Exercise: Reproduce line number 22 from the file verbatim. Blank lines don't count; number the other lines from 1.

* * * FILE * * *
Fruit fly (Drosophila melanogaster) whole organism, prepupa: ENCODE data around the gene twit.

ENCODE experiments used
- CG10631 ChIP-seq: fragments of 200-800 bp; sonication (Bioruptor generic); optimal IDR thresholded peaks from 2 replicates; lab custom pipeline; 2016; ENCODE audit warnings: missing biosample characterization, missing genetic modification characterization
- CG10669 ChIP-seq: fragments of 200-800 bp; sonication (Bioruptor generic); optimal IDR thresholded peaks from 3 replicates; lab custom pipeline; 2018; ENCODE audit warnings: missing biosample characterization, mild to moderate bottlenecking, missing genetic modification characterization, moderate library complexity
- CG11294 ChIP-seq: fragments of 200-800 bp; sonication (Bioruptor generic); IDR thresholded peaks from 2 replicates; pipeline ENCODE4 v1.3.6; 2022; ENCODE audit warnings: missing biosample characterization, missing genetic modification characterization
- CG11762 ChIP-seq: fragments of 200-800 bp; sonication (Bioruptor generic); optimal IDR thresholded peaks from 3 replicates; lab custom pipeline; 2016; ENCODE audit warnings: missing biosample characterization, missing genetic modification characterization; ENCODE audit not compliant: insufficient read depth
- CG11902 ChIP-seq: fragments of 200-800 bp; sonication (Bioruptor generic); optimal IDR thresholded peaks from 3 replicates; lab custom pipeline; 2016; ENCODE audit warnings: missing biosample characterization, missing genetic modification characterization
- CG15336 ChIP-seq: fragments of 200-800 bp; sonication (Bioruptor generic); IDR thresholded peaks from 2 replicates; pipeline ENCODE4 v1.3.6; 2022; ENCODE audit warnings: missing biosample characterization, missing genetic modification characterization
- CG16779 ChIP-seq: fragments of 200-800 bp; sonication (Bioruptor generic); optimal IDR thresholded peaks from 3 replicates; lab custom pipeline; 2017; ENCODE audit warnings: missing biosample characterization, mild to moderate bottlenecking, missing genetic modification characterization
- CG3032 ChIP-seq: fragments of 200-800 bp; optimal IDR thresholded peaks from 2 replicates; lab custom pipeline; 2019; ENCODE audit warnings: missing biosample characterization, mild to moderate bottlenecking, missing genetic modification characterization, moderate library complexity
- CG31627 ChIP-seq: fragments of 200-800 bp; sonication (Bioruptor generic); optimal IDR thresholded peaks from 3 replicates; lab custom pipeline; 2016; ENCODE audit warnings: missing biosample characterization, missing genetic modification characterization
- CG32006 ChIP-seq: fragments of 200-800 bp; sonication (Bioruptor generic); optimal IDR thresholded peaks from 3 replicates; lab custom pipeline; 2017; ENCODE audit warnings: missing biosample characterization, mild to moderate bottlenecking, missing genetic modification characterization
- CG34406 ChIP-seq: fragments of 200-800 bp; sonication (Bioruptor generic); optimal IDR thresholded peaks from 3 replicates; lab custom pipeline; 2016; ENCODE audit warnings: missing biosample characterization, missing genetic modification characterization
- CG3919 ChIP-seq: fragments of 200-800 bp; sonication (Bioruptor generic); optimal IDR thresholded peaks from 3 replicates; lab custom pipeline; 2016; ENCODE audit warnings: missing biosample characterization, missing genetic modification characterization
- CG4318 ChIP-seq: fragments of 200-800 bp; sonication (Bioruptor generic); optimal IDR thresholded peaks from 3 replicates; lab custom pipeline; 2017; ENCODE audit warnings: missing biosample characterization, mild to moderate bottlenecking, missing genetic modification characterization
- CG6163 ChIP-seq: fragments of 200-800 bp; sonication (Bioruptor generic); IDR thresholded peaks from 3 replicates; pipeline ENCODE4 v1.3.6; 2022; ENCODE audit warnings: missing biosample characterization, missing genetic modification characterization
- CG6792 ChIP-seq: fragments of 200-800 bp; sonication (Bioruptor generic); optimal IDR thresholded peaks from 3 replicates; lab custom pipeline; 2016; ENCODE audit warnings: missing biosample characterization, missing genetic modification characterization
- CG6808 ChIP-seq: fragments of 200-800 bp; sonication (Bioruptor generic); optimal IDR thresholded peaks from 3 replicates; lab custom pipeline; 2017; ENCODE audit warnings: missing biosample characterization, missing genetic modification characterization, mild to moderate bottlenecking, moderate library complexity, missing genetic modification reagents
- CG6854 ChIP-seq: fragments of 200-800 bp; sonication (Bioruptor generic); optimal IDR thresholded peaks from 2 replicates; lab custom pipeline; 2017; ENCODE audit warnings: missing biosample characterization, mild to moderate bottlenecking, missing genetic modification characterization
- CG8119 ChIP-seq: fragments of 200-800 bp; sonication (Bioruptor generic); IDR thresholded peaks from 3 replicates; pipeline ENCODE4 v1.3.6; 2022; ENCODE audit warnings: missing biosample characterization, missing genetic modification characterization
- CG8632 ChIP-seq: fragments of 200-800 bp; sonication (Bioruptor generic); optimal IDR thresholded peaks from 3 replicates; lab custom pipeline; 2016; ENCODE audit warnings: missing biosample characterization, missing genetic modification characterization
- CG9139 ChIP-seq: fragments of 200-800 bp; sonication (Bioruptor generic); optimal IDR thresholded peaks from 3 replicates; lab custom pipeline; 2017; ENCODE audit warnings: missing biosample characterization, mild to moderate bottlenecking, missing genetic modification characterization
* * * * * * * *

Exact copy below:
- CG9139 ChIP-seq: fragments of 200-800 bp; sonication (Bioruptor generic); optimal IDR thresholded peaks from 3 replicates; lab custom pipeline; 2017; ENCODE audit warnings: missing biosample characterization, mild to moderate bottlenecking, missing genetic modification characterization